Canon, rather like its longstanding main rival Nikon, has found its applecart somewhat upset in recent times by the surge in popularity of mirrorless cameras. More than ever, it seems that mirrorless is the future.
2018 saw the tenth anniversary of Panasonic’s Micro Four Thirds format Lumix DMC-G1 camera, a model which broke with the SLR format that photographers had been used to for so long and ushered in the brave new world of mirrorless, with its inherent advantages of smaller, lighter, more portable cameras and lenses.
In the time since, other manufacturers have made the most of mirrorless, with brands including Olympus, Fujifilm and in particular Sony, all finding significant footings for themselves within a challenging market.
Sony’s eventual forays into full-frame have been of particular concern to Canon, whose professional and prosumer DSLRs have been crucial to both its reputation and its profitability.
With Sony managing to find itself in pole position in the camera market, Canon has found itself playing catch-up.
Its exploits into the world of mirrorless began in 2012 with the first EOS M, but this series of cameras could match neither Fujifilm’s Leica-esque aesthetics or Sony’s full-frame sensor size, as ushered in by the full-frame a7 in 2013.
Like Nikon, most expected Canon to move into the latter market in 2018, but the year began with the release of two traditional entry-level DSLRS, in the form of the EOS 2000D and the EOS 4000D. These APS-C sensor cameras, 24.1-megapixels and 18-megapixels respectively, Full HD 1080p video and sub-£400 prices appeared to be their chief selling-points.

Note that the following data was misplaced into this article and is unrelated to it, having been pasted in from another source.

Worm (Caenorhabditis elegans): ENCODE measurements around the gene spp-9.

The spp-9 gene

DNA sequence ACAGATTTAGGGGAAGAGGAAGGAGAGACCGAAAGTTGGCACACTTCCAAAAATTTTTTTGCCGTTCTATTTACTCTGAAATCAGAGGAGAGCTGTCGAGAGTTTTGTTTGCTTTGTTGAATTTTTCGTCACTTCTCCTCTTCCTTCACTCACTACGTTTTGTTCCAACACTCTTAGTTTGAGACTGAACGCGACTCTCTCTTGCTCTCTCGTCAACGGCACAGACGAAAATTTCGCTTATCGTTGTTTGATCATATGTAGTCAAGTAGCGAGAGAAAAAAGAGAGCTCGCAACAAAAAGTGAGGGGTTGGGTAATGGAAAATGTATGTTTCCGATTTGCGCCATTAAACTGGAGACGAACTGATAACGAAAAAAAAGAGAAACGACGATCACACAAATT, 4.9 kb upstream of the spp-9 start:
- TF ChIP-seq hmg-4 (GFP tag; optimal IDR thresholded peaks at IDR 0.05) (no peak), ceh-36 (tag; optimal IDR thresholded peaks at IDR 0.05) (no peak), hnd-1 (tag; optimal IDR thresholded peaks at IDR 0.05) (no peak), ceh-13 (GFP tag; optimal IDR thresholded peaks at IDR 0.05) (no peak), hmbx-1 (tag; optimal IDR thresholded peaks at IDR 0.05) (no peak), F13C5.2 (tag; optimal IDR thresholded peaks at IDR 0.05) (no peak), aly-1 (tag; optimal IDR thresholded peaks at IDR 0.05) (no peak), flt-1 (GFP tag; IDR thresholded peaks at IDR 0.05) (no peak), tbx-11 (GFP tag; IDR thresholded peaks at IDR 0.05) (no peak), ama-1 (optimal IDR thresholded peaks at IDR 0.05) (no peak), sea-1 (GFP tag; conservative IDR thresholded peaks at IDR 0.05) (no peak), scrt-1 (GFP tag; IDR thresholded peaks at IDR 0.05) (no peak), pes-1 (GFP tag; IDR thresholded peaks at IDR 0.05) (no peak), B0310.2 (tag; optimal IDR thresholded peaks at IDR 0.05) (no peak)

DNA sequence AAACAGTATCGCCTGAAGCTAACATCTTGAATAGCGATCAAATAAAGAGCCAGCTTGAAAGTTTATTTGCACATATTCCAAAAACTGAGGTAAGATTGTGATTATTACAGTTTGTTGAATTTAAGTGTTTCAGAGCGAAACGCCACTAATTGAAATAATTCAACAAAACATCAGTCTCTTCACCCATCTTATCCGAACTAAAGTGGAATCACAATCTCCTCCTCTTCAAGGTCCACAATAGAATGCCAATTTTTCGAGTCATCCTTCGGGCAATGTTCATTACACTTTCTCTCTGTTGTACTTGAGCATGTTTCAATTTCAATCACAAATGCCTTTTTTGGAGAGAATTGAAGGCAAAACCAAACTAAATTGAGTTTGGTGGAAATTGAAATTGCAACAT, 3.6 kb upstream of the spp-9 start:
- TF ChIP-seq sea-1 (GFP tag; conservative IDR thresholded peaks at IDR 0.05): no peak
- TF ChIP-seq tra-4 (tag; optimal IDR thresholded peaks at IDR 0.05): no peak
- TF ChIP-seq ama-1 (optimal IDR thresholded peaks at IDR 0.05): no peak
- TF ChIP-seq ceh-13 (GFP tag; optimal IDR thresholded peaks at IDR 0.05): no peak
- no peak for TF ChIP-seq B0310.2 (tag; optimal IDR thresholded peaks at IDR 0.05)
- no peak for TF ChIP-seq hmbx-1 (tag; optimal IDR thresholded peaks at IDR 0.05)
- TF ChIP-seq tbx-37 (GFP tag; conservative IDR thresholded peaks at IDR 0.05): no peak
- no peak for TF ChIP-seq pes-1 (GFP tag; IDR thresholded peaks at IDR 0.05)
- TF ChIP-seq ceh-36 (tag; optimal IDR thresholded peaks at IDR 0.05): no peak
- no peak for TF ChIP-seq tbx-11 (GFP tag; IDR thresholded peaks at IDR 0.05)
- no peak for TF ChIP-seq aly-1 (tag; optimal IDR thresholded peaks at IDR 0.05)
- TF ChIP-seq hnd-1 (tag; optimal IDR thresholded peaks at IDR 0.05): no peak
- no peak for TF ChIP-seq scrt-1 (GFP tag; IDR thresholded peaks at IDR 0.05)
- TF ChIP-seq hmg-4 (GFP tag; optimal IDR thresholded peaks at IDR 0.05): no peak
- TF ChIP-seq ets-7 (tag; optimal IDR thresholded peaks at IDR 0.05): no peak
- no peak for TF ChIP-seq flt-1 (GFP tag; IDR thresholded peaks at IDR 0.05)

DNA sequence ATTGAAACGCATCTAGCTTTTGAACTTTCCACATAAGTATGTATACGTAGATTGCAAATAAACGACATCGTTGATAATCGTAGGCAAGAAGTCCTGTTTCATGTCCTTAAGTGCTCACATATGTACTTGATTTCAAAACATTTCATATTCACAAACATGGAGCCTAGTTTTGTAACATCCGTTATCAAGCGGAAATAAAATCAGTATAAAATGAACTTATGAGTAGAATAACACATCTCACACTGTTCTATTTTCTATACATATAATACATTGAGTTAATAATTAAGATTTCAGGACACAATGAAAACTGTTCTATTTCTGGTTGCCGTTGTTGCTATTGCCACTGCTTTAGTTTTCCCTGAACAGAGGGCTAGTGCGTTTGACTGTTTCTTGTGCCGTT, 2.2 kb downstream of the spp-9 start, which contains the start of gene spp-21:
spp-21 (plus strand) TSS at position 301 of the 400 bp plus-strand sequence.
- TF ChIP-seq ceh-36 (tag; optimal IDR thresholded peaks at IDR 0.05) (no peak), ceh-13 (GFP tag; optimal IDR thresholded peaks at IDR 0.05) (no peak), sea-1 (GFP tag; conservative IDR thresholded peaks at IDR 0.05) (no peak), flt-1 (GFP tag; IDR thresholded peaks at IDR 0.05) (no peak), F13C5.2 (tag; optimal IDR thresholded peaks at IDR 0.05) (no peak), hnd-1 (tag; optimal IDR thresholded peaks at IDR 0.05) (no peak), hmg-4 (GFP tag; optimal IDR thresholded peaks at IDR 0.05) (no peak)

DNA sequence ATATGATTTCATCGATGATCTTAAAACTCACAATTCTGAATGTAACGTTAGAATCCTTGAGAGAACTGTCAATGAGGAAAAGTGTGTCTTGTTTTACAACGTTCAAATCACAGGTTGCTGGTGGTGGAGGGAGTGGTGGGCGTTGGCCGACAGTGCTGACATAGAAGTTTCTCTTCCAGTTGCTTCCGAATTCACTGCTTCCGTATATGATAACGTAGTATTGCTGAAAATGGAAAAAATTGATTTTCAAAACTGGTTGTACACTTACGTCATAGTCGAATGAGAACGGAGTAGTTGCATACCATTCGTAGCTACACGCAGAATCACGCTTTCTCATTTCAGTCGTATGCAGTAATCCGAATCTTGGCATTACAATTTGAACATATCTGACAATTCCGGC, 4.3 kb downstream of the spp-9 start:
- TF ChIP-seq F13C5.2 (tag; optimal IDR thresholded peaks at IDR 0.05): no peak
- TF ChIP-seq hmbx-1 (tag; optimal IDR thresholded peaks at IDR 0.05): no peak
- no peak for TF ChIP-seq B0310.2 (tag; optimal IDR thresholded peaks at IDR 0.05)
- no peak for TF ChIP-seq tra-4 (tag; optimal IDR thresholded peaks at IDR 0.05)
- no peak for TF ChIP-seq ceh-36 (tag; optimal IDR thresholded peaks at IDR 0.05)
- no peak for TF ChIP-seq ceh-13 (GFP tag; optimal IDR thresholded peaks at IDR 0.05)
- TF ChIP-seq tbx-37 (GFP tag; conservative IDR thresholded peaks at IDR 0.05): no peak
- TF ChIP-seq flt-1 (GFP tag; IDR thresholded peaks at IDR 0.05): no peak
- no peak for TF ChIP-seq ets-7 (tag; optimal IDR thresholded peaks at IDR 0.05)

Neither of these cameras was exactly a headline grabber, and instead it was the innovations presented by the Speedlite 470EX-AI, featuring genuinely intriguing and effective auto functionality to take the guesswork out of bounce flash, that drew most attention at a press preview in London in February.
Also launched at this time was another M-series camera, the 4K-enabled EOS M50, that demonstrated that Canon still had a definite eye on mirrorless, but as a 24.1-megapixel APS-C model, it was never going to provide any competition to Sony.
The EOS R appears
Speculation remained rife that a full-frame mirrorless model was on its way, though, especially when, during the middle of the year, Nikon launched a teaser campaign for what transpired to be not one but two full-frame mirrorless cameras, in the form of the Z7 and Z6.
However, Canon’s equivalent, the full-frame Canon EOS R, arrived a week or so later to comparatively little fanfare, and crucially, less decisively positive acclaim (but still a device that found its way into our best Canon camera guide) and a 30.3-megapixel sensor that fell a little short of the Nikon Z7’s 45.7-megapixel sensor.
Of course, in the real world, the sensor found in the Canon is much more than most people will ever require or even desire in terms of resolution, but in terms of leading the pack, it seemed that clear that this mantle belonged to Nikon.
What lies ahead?
As with Nikon, Canon has launched a line-up of lenses to work natively with the new lens mount of the EOS R, the ZF series, but its roadmap is less clear than that of its rival, but it seems that, at some point in 2019, three f/2.8 lenses will be announced, in the form of a wide-angle zoom, a telephoto zoom, and a prime optic.
Will this be enough?
Sony plays its cards closer to its chest than most, and is sure to have been watching both Canon and Nikon closely, so its next moves are difficult to predict, but they will be determined not to let either of these two older manufacturers regain too many mirrorless miles.
With this in mind, 2019 could prove to be a decisive year, especially for a company like Canon, who have arguably not done enough in 2018 to avert people’s gaze from Nikon and Sony, at least when it comes to full-frame mirrorless.